By Hussain Abdullah. Reposted from the FrontlineSMS:Radio blog
The increasing penetration of mobile telephony in Africa is widening opportunities for people to take part in discussions about governance. Radio is a widespread medium through which communities can tune-in to listen to debates on topics such as health, the environment and politics. FrontlineSMS:Radio is a software which is being designed to help facilitate radio listener interaction via text message.
The FrontlineSMS:Radio project is generously supported by the Cairns Charitable Foundation which was founded by Lord Simon Cairns. Simon was the chairman of Voluntary Service Overseas (VSO) between 1981 and 1992, chaired the Overseas Development Institute between 1995 and 2002 and is currently a board member of the Mo Ibrahim Foundation. Created by Mo Ibrahim, a Sudanese businessman, the Foundation is focussed on enabling African civil society to hold their governments to account and improving the quality of governance across the continent. Simon also has a longstanding interest in mobile telephone technology, and he was appointed chairman of the African telecommunications company Celtel in October 2007.
Amy O’Donnell met Simon in the Mo Ibrahim Foundation offices, just off Oxford Street, to speak with him about how he thinks new technologies, such as FrontlineSMS:Radio, can help African citizens to influence processes of governance which affect them. The interview is written up here by Hussain Abdullah from FrontlineSMS:Radio.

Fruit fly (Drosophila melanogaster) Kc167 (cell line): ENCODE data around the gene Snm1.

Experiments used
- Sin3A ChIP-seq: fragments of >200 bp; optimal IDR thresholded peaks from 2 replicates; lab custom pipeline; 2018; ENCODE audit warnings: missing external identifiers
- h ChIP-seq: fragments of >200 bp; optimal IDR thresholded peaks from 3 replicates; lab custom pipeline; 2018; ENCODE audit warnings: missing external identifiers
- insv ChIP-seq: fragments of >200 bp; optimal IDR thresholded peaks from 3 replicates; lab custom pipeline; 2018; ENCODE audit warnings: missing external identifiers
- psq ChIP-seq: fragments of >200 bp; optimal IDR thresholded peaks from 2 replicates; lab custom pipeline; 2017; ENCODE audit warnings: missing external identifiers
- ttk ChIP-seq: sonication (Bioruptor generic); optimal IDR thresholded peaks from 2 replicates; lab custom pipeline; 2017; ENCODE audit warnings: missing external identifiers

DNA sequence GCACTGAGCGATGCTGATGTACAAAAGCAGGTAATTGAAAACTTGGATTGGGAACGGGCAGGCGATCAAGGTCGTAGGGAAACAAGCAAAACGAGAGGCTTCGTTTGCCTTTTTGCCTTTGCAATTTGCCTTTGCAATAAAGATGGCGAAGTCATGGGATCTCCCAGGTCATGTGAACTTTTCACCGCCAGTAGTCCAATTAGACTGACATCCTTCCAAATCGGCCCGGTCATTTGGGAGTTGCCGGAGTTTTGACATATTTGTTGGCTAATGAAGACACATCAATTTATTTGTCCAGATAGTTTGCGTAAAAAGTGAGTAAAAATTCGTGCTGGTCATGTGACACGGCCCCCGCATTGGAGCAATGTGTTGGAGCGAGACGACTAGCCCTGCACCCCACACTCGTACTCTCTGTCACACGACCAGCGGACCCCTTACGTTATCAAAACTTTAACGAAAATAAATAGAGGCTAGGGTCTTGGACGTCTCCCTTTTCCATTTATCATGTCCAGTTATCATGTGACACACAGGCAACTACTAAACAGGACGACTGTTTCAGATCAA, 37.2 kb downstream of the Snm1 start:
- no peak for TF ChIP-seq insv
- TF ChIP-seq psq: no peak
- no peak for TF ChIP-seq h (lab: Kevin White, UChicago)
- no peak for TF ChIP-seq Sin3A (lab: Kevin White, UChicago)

Simon began the interview by recollecting a discussion he had with Mo Ibrahim many years ago, which eventually led to the creation of the Ibrahim Index of African Governance: a framework enshrining the foundations of good governance. “Mo Ibrahim and I both had, from our separate standpoints, views on why certain countries worked and why certain countries didn’t work.” Simon explained, “We found that it came to thinking in terms of ‘have you got the right leader?’ Then almost everything else will follow. In due course countries can build good institutions, but in the first instance they have to have good leaders... We then got together with the Kennedy School of Governance At Harvard to try to describe what made good governance.” (Read more)